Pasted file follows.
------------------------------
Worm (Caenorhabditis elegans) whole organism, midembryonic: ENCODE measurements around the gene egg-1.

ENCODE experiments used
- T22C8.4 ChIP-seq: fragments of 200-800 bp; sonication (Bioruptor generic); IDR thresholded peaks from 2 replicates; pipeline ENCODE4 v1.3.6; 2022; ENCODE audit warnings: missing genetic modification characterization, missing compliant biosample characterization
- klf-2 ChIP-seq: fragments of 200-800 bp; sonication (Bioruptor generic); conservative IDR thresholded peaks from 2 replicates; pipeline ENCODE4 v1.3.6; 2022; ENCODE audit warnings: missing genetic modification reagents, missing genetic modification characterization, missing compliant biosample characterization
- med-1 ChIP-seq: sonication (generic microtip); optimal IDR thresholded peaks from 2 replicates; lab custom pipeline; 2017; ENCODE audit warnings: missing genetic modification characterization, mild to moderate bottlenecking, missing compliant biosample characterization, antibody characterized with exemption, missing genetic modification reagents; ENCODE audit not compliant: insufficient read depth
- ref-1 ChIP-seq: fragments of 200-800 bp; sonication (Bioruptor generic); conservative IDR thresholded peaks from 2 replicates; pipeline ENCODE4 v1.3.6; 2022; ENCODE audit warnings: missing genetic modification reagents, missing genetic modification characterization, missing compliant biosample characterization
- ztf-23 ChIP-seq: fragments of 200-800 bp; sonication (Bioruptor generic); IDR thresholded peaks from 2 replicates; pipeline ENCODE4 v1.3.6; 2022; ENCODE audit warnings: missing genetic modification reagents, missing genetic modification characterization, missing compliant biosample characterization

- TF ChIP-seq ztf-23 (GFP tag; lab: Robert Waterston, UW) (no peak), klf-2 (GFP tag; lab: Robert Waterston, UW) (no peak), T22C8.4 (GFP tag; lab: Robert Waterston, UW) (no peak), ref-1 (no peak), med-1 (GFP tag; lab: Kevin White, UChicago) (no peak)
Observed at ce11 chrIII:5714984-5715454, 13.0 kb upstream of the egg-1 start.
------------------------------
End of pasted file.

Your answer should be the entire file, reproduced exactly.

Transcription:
Worm (Caenorhabditis elegans) whole organism, midembryonic: ENCODE measurements around the gene egg-1.

ENCODE experiments used
- T22C8.4 ChIP-seq: fragments of 200-800 bp; sonication (Bioruptor generic); IDR thresholded peaks from 2 replicates; pipeline ENCODE4 v1.3.6; 2022; ENCODE audit warnings: missing genetic modification characterization, missing compliant biosample characterization
- klf-2 ChIP-seq: fragments of 200-800 bp; sonication (Bioruptor generic); conservative IDR thresholded peaks from 2 replicates; pipeline ENCODE4 v1.3.6; 2022; ENCODE audit warnings: missing genetic modification reagents, missing genetic modification characterization, missing compliant biosample characterization
- med-1 ChIP-seq: sonication (generic microtip); optimal IDR thresholded peaks from 2 replicates; lab custom pipeline; 2017; ENCODE audit warnings: missing genetic modification characterization, mild to moderate bottlenecking, missing compliant biosample characterization, antibody characterized with exemption, missing genetic modification reagents; ENCODE audit not compliant: insufficient read depth
- ref-1 ChIP-seq: fragments of 200-800 bp; sonication (Bioruptor generic); conservative IDR thresholded peaks from 2 replicates; pipeline ENCODE4 v1.3.6; 2022; ENCODE audit warnings: missing genetic modification reagents, missing genetic modification characterization, missing compliant biosample characterization
- ztf-23 ChIP-seq: fragments of 200-800 bp; sonication (Bioruptor generic); IDR thresholded peaks from 2 replicates; pipeline ENCODE4 v1.3.6; 2022; ENCODE audit warnings: missing genetic modification reagents, missing genetic modification characterization, missing compliant biosample characterization

- TF ChIP-seq ztf-23 (GFP tag; lab: Robert Waterston, UW) (no peak), klf-2 (GFP tag; lab: Robert Waterston, UW) (no peak), T22C8.4 (GFP tag; lab: Robert Waterston, UW) (no peak), ref-1 (no peak), med-1 (GFP tag; lab: Kevin White, UChicago) (no peak)
Observed at ce11 chrIII:5714984-5715454, 13.0 kb upstream of the egg-1 start.